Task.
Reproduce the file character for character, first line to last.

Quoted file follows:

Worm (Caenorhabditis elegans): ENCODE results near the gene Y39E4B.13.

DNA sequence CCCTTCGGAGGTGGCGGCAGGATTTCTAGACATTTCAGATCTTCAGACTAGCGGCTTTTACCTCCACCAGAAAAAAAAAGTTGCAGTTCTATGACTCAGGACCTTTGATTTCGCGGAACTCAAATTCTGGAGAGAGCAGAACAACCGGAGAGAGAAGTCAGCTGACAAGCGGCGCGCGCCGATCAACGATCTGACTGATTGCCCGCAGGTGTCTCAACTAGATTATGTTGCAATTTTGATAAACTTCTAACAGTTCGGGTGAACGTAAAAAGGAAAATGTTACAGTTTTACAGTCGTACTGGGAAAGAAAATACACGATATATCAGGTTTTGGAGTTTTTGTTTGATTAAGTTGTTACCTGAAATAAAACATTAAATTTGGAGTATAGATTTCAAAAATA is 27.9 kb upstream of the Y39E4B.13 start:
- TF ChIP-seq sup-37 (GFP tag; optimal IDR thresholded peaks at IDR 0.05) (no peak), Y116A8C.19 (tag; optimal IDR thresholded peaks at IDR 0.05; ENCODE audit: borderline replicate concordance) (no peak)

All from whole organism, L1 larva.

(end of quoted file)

Worm (Caenorhabditis elegans): ENCODE results near the gene Y39E4B.13.

DNA sequence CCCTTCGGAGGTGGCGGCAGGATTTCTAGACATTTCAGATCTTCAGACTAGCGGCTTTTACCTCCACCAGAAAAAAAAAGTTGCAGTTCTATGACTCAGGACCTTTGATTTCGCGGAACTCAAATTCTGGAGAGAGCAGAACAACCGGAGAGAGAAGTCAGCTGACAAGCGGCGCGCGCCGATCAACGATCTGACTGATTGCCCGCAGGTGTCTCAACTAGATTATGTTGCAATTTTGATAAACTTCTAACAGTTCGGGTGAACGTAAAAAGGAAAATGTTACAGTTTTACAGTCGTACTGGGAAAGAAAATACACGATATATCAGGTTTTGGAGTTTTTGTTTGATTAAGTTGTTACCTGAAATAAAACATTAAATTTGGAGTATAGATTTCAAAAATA is 27.9 kb upstream of the Y39E4B.13 start:
- TF ChIP-seq sup-37 (GFP tag; optimal IDR thresholded peaks at IDR 0.05) (no peak), Y116A8C.19 (tag; optimal IDR thresholded peaks at IDR 0.05; ENCODE audit: borderline replicate concordance) (no peak)

All from whole organism, L1 larva.